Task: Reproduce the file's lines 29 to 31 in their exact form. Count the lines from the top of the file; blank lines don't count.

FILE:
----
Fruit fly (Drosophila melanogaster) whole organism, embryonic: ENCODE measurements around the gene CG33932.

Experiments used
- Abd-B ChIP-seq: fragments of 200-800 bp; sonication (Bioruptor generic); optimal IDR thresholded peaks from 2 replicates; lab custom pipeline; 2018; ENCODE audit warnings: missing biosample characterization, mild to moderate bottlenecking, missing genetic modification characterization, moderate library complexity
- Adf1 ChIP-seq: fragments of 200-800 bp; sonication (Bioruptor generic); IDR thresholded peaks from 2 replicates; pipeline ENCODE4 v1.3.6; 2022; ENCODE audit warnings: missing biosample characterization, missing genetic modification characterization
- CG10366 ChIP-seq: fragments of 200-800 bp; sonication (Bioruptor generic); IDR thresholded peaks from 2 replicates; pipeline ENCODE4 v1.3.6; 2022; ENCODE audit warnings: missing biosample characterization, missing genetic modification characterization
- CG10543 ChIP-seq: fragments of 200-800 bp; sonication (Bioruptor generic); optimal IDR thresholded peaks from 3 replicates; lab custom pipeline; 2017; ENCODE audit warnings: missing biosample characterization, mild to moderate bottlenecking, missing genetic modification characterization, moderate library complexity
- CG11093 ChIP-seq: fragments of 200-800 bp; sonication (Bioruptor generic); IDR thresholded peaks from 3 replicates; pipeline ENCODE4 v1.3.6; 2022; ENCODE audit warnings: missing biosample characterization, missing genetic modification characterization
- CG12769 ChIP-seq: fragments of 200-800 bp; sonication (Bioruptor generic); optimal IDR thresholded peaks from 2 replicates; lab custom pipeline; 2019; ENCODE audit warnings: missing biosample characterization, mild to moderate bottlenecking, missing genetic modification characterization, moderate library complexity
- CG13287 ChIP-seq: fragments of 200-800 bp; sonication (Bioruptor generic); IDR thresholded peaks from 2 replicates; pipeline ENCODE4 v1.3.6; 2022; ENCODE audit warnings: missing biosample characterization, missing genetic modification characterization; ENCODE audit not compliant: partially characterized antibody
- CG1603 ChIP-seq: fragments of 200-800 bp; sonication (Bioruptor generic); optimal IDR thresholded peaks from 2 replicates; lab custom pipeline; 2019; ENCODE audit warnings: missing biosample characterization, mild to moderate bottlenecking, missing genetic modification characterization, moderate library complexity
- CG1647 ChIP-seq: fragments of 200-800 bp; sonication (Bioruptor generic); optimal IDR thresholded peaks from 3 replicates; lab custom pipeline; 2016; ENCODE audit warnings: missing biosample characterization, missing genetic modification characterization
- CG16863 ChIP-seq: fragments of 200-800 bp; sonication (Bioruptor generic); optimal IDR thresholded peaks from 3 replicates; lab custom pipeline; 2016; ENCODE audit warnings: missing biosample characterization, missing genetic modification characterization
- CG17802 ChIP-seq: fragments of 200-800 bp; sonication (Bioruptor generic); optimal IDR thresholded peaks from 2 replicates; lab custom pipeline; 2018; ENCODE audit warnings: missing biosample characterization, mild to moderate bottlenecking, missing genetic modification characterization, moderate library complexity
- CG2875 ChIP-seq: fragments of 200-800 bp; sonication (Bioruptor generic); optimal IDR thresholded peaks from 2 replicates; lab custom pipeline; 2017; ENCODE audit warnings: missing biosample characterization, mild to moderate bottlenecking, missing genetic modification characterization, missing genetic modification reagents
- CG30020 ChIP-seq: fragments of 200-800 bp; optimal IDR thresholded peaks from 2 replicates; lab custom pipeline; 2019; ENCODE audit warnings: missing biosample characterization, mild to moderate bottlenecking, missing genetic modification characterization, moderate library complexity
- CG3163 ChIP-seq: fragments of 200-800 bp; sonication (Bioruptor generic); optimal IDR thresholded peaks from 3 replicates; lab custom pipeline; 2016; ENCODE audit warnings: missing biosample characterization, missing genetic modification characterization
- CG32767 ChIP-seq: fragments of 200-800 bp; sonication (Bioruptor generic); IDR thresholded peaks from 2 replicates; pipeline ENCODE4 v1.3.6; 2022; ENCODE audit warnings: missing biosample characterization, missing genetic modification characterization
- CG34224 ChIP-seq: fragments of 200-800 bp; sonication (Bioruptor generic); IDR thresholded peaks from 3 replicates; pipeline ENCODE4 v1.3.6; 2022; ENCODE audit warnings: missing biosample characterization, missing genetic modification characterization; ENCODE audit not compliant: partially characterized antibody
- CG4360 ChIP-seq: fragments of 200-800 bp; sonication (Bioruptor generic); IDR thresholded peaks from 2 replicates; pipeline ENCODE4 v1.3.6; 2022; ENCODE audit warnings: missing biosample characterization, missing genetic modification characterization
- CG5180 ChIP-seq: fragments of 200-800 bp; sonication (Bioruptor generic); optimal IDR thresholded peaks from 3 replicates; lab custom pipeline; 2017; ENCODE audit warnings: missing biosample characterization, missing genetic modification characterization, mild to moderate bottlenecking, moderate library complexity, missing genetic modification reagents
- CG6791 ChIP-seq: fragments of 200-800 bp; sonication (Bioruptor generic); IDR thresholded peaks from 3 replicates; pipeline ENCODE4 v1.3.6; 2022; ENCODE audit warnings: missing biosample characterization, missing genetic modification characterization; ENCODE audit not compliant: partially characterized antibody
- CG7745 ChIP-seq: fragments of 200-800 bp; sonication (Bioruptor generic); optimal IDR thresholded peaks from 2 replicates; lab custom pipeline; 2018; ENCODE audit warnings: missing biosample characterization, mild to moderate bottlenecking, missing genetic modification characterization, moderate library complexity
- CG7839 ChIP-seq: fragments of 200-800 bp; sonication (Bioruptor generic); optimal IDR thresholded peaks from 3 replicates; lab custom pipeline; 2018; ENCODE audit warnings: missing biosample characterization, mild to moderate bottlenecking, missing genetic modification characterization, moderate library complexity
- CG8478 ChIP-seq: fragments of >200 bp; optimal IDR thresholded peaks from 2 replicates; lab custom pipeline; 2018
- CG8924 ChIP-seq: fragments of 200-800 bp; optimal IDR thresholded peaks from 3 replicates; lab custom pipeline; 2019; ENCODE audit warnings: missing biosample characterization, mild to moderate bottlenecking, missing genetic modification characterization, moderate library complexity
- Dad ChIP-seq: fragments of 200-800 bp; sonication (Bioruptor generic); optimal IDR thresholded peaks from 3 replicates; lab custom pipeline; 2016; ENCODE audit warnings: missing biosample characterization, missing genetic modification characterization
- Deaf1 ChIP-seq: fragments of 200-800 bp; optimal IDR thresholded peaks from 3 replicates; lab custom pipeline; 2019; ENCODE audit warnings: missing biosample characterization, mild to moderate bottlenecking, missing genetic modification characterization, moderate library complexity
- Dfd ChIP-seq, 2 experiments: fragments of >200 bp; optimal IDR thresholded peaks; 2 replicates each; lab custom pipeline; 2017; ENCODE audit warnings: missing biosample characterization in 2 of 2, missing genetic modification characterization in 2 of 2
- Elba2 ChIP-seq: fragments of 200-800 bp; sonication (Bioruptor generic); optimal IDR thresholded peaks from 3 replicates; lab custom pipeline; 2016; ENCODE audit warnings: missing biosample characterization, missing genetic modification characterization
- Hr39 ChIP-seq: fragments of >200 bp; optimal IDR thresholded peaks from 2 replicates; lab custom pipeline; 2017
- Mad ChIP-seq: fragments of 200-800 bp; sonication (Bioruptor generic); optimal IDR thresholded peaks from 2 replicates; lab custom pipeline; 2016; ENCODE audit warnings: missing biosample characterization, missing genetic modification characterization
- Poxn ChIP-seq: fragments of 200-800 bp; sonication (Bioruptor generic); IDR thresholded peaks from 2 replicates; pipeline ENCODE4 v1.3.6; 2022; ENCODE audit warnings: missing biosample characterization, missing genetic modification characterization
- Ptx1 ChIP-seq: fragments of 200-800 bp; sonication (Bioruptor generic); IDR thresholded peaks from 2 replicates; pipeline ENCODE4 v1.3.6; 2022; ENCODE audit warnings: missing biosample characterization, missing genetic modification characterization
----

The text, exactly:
- Elba2 ChIP-seq: fragments of 200-800 bp; sonication (Bioruptor generic); optimal IDR thresholded peaks from 3 replicates; lab custom pipeline; 2016; ENCODE audit warnings: missing biosample characterization, missing genetic modification characterization
- Hr39 ChIP-seq: fragments of >200 bp; optimal IDR thresholded peaks from 2 replicates; lab custom pipeline; 2017
- Mad ChIP-seq: fragments of 200-800 bp; sonication (Bioruptor generic); optimal IDR thresholded peaks from 2 replicates; lab custom pipeline; 2016; ENCODE audit warnings: missing biosample characterization, missing genetic modification characterization